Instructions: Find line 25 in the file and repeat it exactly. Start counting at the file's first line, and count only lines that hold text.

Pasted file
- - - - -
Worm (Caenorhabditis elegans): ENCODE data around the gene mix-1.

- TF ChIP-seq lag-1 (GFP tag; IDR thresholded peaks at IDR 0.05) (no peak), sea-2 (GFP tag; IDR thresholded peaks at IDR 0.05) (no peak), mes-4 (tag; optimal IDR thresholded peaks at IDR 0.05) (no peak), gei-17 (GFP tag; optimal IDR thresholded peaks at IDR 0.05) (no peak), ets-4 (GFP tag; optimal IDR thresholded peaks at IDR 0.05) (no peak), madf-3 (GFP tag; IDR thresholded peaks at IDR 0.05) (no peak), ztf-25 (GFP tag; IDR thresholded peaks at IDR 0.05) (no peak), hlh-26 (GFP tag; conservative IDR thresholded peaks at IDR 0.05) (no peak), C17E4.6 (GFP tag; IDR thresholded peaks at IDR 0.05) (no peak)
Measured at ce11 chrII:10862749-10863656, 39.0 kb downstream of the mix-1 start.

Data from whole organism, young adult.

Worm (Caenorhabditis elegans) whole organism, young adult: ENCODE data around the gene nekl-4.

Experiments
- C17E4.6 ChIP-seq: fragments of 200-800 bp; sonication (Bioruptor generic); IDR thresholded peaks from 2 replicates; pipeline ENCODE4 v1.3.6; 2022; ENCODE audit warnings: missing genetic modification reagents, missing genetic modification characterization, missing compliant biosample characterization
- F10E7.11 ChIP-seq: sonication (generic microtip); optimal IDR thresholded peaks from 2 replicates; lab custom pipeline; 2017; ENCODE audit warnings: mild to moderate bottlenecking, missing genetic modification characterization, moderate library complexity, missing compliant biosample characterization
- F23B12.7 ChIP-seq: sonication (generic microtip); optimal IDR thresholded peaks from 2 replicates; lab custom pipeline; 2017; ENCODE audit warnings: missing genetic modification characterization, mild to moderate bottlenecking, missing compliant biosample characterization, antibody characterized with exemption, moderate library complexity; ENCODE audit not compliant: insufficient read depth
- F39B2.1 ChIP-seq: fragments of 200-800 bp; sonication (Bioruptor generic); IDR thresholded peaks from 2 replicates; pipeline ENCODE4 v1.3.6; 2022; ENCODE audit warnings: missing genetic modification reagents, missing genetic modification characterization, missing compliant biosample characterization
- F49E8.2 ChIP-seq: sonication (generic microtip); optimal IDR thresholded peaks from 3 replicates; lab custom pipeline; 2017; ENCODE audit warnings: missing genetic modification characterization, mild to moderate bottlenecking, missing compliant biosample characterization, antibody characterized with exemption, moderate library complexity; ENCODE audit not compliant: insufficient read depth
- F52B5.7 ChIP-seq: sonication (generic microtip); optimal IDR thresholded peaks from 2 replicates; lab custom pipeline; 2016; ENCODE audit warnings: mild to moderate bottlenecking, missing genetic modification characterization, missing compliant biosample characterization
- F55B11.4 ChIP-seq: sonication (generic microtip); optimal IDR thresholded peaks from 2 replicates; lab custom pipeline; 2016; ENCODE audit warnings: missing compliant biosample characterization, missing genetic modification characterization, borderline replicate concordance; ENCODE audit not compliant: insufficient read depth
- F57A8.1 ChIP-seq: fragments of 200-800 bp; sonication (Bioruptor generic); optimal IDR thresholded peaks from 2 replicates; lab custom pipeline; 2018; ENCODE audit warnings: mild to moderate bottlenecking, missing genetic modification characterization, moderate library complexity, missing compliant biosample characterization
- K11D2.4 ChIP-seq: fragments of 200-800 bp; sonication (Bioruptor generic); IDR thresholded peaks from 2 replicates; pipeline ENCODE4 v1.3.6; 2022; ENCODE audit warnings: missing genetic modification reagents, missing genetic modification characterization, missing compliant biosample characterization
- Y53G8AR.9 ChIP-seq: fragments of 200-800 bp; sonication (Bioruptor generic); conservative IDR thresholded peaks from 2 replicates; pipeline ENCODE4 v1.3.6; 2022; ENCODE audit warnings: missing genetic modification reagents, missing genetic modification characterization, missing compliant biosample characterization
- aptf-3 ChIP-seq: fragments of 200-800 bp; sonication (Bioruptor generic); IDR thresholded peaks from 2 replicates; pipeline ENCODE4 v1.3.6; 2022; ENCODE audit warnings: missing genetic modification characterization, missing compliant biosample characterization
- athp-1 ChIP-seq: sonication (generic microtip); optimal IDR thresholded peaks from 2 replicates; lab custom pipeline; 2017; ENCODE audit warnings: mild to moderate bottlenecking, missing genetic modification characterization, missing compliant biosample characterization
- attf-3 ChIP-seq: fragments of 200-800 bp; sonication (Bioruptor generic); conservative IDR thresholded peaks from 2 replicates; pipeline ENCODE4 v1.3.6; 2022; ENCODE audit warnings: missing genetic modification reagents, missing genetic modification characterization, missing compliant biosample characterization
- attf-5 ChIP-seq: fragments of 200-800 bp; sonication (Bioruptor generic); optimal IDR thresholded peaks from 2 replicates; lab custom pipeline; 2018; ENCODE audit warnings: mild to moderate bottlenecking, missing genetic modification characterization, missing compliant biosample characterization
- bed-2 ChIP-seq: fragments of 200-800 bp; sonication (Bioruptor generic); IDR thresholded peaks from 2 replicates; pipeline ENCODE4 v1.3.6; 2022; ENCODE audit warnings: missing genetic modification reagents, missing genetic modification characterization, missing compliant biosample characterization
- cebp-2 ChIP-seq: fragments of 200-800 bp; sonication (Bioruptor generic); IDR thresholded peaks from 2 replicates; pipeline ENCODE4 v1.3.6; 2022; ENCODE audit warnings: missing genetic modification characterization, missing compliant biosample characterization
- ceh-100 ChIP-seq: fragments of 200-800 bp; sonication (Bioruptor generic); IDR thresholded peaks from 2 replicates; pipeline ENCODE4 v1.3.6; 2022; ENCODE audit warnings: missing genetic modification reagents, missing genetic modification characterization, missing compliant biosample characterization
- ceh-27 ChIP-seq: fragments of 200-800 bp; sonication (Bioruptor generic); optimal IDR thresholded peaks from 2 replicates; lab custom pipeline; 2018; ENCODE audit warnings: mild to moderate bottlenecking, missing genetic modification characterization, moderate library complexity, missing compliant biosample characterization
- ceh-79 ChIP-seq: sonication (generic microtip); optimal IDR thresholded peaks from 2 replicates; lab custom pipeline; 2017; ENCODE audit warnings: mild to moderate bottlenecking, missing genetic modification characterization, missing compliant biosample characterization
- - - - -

- ceh-79 ChIP-seq: sonication (generic microtip); optimal IDR thresholded peaks from 2 replicates; lab custom pipeline; 2017; ENCODE audit warnings: mild to moderate bottlenecking, missing genetic modification characterization, missing compliant biosample characterization